I was born in 1955, sandwiched between a 4-3 home win v Chelsea and a 3-0 win at Bolton. Dad was a ship’s engineer so he only came home for a few months every couple of years, but in late 1958 he was around just long enough to decide that I should be taken to see Sunderland Reserves in the North Regional League.
I don’t remember who Sunderland played, but I do recall looking around Roker Park and wishing I could have the run of the Roker End, which was closed for the game. Dad sat me on a barrier and told me we were cheering for the ones in red and white, and that was it. There were no thoughts that I might ever make my own choice, or perhaps not be interested in football. This was my fate, just as surely as Prince Charles knew his. The Reserves won, and I got sweets on the way home. There was something in this football lark.
Curiously, my first game watching the first team was not at Roker Park. On 8th April 1961 my uncle took us to Brisbane Road to see the Lads play at Leyton Orient. I will lay no claim to connoisseurship then, but even I could see that Orient’s ground was a dump compared with Roker Park. Sunderland won 1-0, my little head was patted (a lot) and Dad bought me some monkey nuts.
We’d moved house with Dad’s job so I didn’t see much in 1961-2, but when 1962-3 started I was driven to stay with my grandmother and taken to two youth games and a reserve game before finally being taken on Wednesday 5th September 1962 to see Sunderland v Rotherham.
I had never seen such a crowd. Dad had brought both my grandads, and we stood in the Fulwell End about level with the edge of the penalty area. Dad thought I was big enough to stand there, but I wasn’t seeing much of the game other than Len Ashurst’s rear end, and there was an additional hazard at Roker Park.
Granda Brack was old enough to have seen the Team of All the Talents. He had gone to games at Newcastle Road when he was around my age. Now, in his seventies, he still played every match, jinking and shooting in unison with the players, though often with his hands in his pockets if it was parky out.
The fact that a small child was in front of him wasn’t going to stop him, and I think Dad was concerned that Granda might take me out from behind in the same way as he had memorably kicked my mother in the calf during a cup-tie replay v Spurs, so I was lifted up and sat on a barrier. Sunderland won 2-0, and I suppose in those heady days I may have believed that this was the natural order of things.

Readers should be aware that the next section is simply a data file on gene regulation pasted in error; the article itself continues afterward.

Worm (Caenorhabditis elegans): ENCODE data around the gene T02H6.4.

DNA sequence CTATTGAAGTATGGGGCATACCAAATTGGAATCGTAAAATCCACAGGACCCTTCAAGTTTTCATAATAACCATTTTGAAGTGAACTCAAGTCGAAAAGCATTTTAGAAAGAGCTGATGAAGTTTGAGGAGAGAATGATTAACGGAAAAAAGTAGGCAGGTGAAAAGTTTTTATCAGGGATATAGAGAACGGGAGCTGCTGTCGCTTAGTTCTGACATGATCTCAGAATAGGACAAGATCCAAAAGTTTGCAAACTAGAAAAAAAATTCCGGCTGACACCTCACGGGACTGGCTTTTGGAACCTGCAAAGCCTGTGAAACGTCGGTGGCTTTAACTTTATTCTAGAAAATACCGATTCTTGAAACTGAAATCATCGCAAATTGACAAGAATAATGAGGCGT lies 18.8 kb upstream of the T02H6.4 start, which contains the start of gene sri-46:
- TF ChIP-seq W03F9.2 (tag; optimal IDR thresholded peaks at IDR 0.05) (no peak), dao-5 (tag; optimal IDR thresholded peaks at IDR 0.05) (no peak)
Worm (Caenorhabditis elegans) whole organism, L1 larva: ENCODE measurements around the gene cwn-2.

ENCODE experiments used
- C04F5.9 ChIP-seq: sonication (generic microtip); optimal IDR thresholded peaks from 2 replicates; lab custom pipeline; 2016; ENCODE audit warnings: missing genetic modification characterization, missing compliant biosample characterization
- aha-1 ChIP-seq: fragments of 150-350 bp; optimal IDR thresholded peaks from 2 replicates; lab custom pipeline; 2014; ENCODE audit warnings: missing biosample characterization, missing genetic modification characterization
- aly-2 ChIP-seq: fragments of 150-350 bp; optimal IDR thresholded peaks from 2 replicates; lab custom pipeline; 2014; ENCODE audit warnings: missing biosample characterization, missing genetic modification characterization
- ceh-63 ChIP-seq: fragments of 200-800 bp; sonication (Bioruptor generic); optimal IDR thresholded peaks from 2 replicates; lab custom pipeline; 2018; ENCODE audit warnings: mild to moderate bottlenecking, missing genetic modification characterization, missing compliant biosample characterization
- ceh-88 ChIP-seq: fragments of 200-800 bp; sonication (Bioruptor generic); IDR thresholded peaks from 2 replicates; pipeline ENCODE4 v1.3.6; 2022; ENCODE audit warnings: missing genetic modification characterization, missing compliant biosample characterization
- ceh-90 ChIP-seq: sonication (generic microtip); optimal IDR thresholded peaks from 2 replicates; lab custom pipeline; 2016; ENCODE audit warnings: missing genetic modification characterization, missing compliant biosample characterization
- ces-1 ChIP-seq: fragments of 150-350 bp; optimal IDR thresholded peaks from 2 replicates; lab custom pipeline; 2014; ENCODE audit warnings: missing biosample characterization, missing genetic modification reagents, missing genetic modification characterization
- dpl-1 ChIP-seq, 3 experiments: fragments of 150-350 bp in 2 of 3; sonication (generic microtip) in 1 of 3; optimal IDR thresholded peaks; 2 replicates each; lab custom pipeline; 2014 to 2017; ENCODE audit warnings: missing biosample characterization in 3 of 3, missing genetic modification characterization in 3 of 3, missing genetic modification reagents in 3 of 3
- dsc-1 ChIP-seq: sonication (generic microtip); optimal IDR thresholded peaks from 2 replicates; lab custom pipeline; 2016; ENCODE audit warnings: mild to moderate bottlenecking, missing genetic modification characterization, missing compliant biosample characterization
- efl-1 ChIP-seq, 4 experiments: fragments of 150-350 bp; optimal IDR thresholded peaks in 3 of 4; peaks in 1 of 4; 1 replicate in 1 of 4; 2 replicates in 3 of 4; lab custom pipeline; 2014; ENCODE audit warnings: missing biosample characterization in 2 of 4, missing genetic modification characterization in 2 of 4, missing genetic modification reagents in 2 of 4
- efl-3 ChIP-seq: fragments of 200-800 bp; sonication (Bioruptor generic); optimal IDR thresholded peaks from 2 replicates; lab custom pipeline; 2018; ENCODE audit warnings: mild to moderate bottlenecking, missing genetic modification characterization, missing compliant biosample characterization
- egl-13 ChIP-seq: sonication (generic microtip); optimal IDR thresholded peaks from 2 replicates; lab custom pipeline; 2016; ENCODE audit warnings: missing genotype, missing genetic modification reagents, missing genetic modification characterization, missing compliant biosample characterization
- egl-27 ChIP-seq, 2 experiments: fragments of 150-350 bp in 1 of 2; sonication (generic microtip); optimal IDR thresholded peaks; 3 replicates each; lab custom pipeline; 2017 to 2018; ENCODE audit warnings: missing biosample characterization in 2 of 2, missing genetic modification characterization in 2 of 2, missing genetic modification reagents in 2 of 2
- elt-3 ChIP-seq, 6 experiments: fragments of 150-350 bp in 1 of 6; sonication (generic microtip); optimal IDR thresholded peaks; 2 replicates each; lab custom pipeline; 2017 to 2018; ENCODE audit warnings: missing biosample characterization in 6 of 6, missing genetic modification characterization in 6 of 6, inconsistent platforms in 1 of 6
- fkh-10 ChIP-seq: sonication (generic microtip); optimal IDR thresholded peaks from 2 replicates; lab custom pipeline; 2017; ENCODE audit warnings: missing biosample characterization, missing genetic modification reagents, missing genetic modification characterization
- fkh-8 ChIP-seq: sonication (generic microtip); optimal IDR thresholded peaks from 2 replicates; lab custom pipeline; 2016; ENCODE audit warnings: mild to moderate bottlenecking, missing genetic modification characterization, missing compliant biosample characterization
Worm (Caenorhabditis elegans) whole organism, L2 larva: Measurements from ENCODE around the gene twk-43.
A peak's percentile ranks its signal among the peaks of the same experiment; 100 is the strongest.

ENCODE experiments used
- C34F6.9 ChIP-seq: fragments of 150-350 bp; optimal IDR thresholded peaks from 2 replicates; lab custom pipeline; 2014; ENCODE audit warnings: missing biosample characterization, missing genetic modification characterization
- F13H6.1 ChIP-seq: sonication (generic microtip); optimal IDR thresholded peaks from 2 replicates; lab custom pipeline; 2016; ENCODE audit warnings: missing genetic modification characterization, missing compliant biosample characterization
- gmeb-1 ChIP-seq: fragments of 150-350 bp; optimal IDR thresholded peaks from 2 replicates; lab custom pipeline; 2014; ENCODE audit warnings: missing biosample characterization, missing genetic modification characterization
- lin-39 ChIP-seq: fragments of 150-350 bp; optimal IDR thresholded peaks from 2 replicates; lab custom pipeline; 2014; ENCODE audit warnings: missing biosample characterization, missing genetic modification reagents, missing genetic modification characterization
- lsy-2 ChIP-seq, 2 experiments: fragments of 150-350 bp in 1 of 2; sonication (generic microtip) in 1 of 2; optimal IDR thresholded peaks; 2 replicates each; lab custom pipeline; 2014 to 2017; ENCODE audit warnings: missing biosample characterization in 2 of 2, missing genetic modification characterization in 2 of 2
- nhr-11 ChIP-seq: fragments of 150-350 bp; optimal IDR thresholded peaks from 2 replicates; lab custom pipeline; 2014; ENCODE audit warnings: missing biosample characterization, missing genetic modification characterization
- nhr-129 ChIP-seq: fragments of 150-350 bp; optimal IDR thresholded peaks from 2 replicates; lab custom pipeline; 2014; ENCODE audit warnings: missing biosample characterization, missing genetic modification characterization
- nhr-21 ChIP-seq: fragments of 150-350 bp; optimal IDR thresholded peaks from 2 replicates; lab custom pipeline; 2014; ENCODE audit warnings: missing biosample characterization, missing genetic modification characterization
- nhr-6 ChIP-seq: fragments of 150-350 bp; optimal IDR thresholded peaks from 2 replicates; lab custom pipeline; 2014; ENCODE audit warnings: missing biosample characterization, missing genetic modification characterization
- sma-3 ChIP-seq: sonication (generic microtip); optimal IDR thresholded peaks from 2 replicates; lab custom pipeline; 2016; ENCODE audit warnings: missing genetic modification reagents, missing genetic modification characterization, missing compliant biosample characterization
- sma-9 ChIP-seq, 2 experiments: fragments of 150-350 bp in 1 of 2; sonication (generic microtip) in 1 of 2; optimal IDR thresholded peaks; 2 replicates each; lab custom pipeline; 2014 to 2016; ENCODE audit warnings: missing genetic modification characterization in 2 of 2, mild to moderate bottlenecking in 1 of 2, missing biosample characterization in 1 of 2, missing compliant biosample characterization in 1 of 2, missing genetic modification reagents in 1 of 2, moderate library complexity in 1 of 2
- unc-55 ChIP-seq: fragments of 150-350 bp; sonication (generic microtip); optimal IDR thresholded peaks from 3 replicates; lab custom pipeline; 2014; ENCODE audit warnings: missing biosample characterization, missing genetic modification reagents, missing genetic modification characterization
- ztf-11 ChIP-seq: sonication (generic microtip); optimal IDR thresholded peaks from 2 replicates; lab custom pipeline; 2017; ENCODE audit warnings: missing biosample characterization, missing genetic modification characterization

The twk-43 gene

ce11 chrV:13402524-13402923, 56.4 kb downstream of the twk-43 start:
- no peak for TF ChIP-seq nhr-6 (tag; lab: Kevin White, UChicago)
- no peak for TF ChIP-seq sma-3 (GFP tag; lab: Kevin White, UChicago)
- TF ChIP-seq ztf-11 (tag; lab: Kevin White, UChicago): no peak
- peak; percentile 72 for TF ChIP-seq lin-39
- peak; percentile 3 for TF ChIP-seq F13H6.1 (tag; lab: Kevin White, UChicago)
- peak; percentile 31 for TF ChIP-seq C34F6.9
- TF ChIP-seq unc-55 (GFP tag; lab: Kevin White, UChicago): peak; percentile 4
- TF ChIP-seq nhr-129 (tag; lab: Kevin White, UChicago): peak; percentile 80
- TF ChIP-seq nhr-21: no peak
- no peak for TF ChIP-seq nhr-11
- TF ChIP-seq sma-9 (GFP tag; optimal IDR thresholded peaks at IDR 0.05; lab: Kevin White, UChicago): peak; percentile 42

If I had any doubts about the priority of football, they were set aside on 13th October when one of my cousins got married. That’s right – on the day of a Newcastle v Sunderland derby game. Despite pleas from many men in the family, she refused to change the time on the grounds that the Vicar said she wouldn’t have to dash that afternoon because hers was the only wedding. Of course it was. Granda thought the poor woman was touched and the wedding ought to be banned on the grounds that she wasn’t in her right senses. Not that he would have gone to the game, mind, and thereby hangs a tale.
The following year Dad was working in South Shields and someone got him tickets for the Newcastle match. My other grandad had died that winter, so with three tickets, it was clear that there would be three generations of Bracks on the terraces. Except that Granda refused to go. He thought someone might recognise him there and he’d never be able to hold his head up in the North Star again.
In the end it was only the fact that Dad had paid good money for them that convinced him, but he turned his collar up and pulled his cap down. And they lost 1-0 to a dodgy penalty.
In 2012 I took my wife and daughter to the Stadium of Light. They enjoyed it. They have learned to live with the fact that my mood for the weekend will be determined by what happens on that rectangle of grass. I wish it wasn’t so, but I know it is. And for all my daughter – a trained psychologist – keeps telling me to “Let it go”, I know I can’t. The die was cast on that autumn afternoon in 1958 when Dad pointed to the Lads running out and said firmly “This is OUR team, Son.”
And it doesn’t matter that I can hear Granda Brack walking away from Roker Park muttering “That’s the last two bob they’ve had off me” (cue dad replying “I paid, Dad”) or “If they were twice as good they’d still be bloody useless”. Sometimes I may feel the same way, but the bond is unbreakable. I can’t not care. Believe me, I’ve tried.